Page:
While Jones has no idea why people voted this way, it does raise some concerns. It’s understandable why a voter might strike a line through all the candidates they do not support and then fill the oval out for the one they back. We’ve had Anchorage residents confirm they took this very approach to ensure that their vote was properly counted. The much larger group of ballots, however, that had all ovals filled out and then lines struck through the ones the voter did not want, is more perplexing, and it’s something Jones has never seen before.

One concern is that these ballots could have been tampered with and no one would ever know. For instance, if a normally marked ballot were filled out, a bad actor could later fill in all the other ovals and cross out the ones they didn’t like (including the one the voter intended to support). Just when that might occur is anyone’s guess, but it would be an easy way to alter a ballot and still have it validly counted.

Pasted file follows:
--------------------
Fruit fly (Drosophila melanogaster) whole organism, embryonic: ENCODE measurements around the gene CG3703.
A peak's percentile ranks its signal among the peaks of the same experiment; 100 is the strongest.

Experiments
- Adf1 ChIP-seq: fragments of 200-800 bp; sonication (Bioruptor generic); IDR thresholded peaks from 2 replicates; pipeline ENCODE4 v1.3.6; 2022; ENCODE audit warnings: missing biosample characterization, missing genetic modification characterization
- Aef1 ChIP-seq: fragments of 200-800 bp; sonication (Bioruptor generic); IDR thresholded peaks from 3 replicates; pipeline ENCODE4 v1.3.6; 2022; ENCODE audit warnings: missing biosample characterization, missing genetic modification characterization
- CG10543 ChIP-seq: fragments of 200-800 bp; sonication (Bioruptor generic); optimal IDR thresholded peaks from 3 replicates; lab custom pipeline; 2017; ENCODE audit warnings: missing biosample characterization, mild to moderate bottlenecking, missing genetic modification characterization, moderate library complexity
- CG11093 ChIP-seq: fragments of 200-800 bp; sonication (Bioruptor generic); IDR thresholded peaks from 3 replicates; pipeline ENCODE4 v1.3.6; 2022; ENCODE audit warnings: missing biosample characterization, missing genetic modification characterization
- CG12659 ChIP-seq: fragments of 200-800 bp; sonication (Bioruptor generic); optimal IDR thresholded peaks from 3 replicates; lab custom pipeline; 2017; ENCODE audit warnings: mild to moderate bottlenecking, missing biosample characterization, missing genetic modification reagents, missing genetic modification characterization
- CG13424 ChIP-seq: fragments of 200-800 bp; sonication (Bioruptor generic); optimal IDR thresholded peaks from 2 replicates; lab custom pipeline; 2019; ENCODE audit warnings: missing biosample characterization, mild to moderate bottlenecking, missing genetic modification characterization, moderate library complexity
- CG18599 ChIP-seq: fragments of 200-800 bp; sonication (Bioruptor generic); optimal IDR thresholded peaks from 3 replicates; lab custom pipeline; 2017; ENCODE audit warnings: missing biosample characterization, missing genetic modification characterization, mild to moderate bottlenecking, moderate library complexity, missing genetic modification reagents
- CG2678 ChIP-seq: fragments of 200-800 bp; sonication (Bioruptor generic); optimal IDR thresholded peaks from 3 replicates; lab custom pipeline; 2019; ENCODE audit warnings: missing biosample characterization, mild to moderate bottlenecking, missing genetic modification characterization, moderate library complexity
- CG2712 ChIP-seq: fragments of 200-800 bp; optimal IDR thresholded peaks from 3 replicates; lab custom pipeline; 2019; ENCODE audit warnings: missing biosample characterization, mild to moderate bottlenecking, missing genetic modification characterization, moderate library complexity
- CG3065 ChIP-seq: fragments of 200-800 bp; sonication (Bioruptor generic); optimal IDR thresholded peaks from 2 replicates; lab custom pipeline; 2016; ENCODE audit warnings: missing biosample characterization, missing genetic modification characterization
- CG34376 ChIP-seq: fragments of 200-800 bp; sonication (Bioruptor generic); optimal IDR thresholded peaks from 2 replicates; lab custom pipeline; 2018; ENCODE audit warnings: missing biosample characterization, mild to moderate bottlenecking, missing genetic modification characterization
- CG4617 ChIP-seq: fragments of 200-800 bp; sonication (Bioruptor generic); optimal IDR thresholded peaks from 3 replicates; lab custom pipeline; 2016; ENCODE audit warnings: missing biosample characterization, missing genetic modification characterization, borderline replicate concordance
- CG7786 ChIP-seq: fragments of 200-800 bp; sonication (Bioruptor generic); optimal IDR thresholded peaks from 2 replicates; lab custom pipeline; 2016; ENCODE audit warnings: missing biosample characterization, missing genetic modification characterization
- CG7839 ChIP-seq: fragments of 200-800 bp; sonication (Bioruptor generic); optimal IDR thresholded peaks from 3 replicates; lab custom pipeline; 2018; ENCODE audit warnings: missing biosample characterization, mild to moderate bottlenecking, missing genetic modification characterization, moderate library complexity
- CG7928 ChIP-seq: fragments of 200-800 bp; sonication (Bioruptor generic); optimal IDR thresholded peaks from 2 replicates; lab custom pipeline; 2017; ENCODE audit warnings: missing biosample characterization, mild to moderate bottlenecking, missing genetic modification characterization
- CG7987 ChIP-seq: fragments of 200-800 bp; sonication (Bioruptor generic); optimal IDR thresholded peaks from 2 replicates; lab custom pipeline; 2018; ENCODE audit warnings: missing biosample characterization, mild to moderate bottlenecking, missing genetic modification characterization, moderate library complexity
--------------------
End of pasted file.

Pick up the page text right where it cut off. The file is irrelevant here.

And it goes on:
It would be interesting to know how those ballots with all ovals filled in broke, and exactly how many there were. Did they lean in favor of conservative or liberal candidates or were they randomly divided? Jones said she doesn’t separate out these oddly marked ballots, and the public won’t have an opportunity to inspect them unless there is a recount or an election challenge. Even then, it would be tedious work, as the oddly marked ballots are interspersed throughout some 73,000 other ballots.


Regarding election integrity, there are at least two issues that should be addressed. The first is quite simple.

Image of the livestream coverage of the Anchorage election center.